Upduo, unlike an LMS, is designed for small, bite-sized practice sessions instead of info dumps and consumption binges. Partners pair up in real-time across the organization to practice a variety of skills together, based on prompts. And they don’t have to roleplay (a generally hated activity). They simply need to discuss ideas together, such as common upsell pairings or how to position your product against a popular competitor.
5. An LMS can’t be quickly updated for timely content
On top of not being designed for sales training, LMS systems are difficult to update. Most brands have a high standard set for the quality of their content, meaning it can take months to produce a single video.
But sales is fast-paced. Reps need to stay up-to-date on the latest products, services, and special promotions. They need to practice them over and over to be confident in their ability to sell.
LMS systems don’t offer speed or flexibility. With Upduo on the other hand, you can come up with a session prompt in minutes, roll it out, and measure results. More on that below.
6. LMSs don’t drive measurable business results
Organizations with high-performing learning departments are 4 times more likely than organizations with average-performing L&D to use data to measure the impact of their programs.
L&D departments need a platform where content can be quickly released to address any business goal—and then measured for its success in altering relevant metrics. It’s very hard to measure the impact of LMS content, and that’s partly because of its ineffectiveness.
This can be resolved. Let’s say you want to improve the sales numbers of new employees. With Upduo, you could create a sales practice session that pairs new employees with seasoned sellers. You can then compare the sales numbers of new employees in this pilot program to new employees who didn’t engage in a practice session with a mentor.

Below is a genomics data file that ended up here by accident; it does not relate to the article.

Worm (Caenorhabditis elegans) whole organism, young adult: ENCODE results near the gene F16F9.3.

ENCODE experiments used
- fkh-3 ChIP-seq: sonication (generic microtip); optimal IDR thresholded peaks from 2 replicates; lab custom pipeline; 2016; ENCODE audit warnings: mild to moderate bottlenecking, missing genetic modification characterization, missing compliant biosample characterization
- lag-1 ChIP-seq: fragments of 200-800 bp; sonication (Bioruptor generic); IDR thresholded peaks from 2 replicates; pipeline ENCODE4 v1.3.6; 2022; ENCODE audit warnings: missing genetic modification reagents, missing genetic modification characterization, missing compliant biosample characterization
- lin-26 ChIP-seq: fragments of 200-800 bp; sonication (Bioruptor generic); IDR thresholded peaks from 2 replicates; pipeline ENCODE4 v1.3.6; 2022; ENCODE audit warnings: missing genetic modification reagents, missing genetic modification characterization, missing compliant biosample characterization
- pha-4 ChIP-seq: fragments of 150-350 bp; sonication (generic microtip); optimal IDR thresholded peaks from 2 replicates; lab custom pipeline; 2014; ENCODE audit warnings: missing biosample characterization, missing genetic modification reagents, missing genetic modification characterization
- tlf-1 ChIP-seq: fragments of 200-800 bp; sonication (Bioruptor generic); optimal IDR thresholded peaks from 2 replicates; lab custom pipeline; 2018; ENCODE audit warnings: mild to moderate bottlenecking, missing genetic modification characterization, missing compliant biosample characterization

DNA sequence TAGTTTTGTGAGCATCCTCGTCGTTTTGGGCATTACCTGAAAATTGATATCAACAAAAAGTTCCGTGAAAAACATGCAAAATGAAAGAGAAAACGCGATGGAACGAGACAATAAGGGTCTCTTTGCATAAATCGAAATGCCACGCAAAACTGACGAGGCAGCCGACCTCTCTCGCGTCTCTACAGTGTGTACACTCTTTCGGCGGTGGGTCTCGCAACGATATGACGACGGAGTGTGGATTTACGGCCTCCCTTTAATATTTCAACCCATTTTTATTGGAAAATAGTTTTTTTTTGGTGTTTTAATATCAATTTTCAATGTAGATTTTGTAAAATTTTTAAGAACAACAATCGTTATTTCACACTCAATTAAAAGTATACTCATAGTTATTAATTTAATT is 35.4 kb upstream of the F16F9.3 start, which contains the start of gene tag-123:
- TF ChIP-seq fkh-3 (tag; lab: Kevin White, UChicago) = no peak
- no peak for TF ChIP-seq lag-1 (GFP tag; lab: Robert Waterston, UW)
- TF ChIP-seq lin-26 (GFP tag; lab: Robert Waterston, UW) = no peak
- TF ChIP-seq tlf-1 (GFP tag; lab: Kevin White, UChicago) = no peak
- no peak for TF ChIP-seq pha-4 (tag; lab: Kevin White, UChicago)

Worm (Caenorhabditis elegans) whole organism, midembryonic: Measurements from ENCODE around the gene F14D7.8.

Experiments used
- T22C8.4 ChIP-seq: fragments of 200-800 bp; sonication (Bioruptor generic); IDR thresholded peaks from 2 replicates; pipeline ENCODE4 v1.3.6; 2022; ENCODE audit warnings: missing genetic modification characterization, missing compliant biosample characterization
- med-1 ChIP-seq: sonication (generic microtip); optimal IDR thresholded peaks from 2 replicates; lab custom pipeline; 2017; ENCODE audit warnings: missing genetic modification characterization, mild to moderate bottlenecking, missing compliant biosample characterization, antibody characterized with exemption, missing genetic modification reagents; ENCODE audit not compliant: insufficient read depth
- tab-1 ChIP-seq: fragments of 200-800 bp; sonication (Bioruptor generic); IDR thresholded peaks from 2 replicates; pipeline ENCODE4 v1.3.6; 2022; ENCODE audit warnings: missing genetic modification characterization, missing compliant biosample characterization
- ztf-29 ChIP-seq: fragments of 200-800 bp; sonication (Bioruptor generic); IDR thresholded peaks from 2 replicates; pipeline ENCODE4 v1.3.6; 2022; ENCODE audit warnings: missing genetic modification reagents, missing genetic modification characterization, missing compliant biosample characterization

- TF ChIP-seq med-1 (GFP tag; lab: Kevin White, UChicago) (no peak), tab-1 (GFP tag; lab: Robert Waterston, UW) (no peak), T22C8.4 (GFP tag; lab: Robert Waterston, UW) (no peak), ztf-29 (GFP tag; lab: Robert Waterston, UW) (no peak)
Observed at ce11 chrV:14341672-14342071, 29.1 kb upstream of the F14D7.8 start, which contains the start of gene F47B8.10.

Employees who approve of their company’s learning opportunities are 21% less likely to have left their organization, meaning that, with the right training methods, you can positively impact turnover as well as sales metrics.
7. Learning professionals need interactive, science-based features that support innovation
The L&D function of any business should drive real innovation and organizational growth. But when L&D professionals are relying on LMSs, they’re confined to the limitations of that passive technology.
L&D professionals deserve software that allows them to innovate creatively. LMS systems have evolved to include gamification features like badges and leaderboards, but these are just bandaids that can’t resolve the passivity and lack of whole-brain engagement.
90% of high-performing learning departments engage in professional development, meaning they don’t just train others, but they make sure to keep learning themselves. Maybe it’s time to learn how to create more active training content.
By continuing to create new content for an LMS, you run the risk of applying the wrong tool for the job. You can create entertaining videos that capture attention, but without practice, true innovation is stalled.
L&D pros need to upload their content to a platform that offers real-time connection and continuous practice. Your LMS can still be useful for company policies, technical training, and other content. But it’s not up to par for forging excellent sellers.
If you’re interested in upskilling your sales team, check out Upduo.